#BlueforSudan: Why is social media turning blue for Sudan?

Hentet fra Al Jazeera | Av Rym Bendimerad og Natalia Faisal

Social media users are changing their profile pictures to blue to express solidarity with protesters in Sudan in the wake of a brutal crackdown that killed dozens of people in the capital, Khartoum.

The blue wave has spread across various platforms via the #BlueForSudan hashtag, as Twitter and Instagram users attempt to honour the memory of one of the victims: Mohamed Mattar, whose favourite colour was reportedly blue.

The 26-year-old engineer was fatally shot during the June 3 crackdown blamed by protesters on Rapid Support Forces (RSF), a paramilitary group led by a senior member of Sudan‘s ruling Transitional Military Council.

Mattar was reportedly shot while trying to protect two women during the bloody dispersal of the protest camp outside the military headquarters.

«Once he was murdered, his friends and family changed their profile picture to match his, and eventually other people began to join in,» said Shahd Khidir, a friend of Mattar’s and a beauty influencer on Instagram who asked her followers to change their profile pictures to blue – as the image on Mattar’s Instagram account. 

«Now [the colour] represents all of the Sudanese people who have fallen in the uprising.»

Internet blackout

The sit-in, which began on April 6, was the culmination of months of protests against Sudan’s longtime ruler Omar al-Bashir. He was removed in a coup on April 11, but protesters remained at the site calling for civilian rule, until the crackdown.

Since then, the country’s military rulers have reduced internet access, leading to what rights groups have described as a near-total shutdown on June 10, leaving protesters more detached from the outside world.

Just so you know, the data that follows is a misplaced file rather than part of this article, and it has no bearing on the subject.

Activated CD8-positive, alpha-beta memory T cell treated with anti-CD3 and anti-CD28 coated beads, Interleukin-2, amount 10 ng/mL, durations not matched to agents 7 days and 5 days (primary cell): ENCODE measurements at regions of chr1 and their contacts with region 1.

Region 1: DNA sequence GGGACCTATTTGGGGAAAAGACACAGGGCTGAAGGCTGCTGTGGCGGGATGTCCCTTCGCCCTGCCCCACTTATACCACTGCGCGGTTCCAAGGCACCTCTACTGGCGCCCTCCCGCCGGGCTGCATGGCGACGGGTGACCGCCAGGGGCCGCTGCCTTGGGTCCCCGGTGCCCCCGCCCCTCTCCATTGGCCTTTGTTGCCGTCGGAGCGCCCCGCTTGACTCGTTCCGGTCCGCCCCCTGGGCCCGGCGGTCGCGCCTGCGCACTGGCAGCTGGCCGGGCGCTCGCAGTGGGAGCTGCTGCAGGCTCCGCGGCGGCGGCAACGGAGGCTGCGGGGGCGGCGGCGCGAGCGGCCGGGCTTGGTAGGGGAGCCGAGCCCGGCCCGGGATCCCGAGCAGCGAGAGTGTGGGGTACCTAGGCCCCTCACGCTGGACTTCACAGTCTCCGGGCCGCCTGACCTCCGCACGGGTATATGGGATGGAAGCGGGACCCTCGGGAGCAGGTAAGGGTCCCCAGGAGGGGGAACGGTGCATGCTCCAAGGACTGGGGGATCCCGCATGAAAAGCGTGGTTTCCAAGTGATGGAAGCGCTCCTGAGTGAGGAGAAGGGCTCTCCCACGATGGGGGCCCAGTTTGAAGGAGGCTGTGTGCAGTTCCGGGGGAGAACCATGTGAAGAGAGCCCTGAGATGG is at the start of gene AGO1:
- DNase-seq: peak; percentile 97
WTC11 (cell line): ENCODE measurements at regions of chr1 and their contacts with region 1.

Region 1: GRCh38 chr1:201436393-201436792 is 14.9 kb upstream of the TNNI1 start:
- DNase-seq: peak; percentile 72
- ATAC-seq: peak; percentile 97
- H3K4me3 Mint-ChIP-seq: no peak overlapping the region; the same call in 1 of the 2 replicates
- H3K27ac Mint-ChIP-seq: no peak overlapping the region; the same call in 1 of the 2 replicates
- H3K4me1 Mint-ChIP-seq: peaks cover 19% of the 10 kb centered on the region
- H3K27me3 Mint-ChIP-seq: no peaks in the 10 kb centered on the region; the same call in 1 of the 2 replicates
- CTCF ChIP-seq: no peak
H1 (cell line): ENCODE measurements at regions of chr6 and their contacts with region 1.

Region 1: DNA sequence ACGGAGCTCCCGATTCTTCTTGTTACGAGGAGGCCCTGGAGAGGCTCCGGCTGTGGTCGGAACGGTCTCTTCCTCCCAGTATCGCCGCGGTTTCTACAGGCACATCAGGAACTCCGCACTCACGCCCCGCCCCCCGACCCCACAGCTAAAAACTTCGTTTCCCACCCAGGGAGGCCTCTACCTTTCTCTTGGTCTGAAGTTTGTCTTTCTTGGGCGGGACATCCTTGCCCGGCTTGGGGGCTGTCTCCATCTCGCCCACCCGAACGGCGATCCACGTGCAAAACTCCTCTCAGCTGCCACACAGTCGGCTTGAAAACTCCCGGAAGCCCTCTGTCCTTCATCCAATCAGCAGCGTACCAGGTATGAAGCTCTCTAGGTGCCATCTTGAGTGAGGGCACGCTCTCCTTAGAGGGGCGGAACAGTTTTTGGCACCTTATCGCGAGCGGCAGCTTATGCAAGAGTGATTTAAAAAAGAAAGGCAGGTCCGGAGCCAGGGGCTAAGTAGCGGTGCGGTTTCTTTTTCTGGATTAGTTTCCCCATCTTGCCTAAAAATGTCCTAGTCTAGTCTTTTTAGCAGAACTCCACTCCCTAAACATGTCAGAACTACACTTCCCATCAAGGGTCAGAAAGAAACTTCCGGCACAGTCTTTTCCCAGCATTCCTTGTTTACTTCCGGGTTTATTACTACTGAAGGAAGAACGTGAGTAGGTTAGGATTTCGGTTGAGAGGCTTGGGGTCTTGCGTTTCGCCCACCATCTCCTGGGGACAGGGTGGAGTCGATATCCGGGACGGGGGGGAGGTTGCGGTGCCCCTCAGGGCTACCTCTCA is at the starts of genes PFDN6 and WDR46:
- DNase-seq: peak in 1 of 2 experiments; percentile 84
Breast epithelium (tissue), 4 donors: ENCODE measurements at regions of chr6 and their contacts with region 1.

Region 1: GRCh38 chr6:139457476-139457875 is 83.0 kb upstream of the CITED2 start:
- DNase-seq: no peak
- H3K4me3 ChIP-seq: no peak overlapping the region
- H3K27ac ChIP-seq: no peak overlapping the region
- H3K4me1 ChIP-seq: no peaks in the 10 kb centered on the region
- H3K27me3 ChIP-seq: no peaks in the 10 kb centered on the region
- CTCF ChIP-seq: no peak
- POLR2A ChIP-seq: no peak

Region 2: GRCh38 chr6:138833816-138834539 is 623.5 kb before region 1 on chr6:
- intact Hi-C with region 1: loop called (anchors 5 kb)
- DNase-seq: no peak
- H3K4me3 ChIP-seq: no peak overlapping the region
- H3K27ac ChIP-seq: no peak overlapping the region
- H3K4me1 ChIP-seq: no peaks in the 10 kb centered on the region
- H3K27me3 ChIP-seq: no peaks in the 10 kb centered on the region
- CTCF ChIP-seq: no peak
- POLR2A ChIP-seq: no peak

In a country where the state tightly monitors traditional media outlets, the internet provided a space for Sudanese to communicate with those inside and outside the country. Protesters and self-styled citizen journalists used social media to organise demonstrations and also to share updates from the uprising with the rest of the world.

Some images from the country went viral, including a striking photo of a young woman standing on top of a car addressing fellow protesters.

The shutdown has presented a significant challenge to the Sudanese diaspora, which has played a key role in spreading information from the protest movement internationally. Those outside Sudan have been forced to rely on phone calls or word of mouth to receive information from the ground, without any visual footage, which they, in turn, share on social media.

«Sudan is literally in the dark right now,» said 25-year-old Aza Elnimah, a young Sudanese professional based in Qatar. «We don’t know what’s happening. So if something happens, how are we gonna be able to get that footage out? The only way we can reach our families now is through telephone, but that still isn’t enough.»

In the days after the attack on the sit-in, the #IAmTheSudanRevolution hashtag was endorsed by the Sudanese Professionals Association (SPA), the group which has spearheaded the months-long protests. Sudan’s diaspora heard the call and the hashtag trended in a number of countries. Since then, stories about Sudan have gained momentum online, particularly since the colour blue began to go viral.

«People didn’t pick it up right away, but the rest of the Sudan population adopted that colour because it was working in a way that was gaining attention,» Elnimah said.

«People kept asking questions – like, why is everyone changing their profile picture to that color? It’s kind of allowing us to control the narrative again by telling people what’s happening and answering their questions.»

Instagram user Lucrezia Brunetti said: «People are unified by this color, It’s something so simple, but it symbolises so much, it symbolises that people care.

For some in the wider Sudanese community, the #BlueForSudan campaign has brought hope.

«In the beginning, it felt like no one cared,» said Elnimah. «But now, it’s refreshing to know that Sudan is on people’s radars.»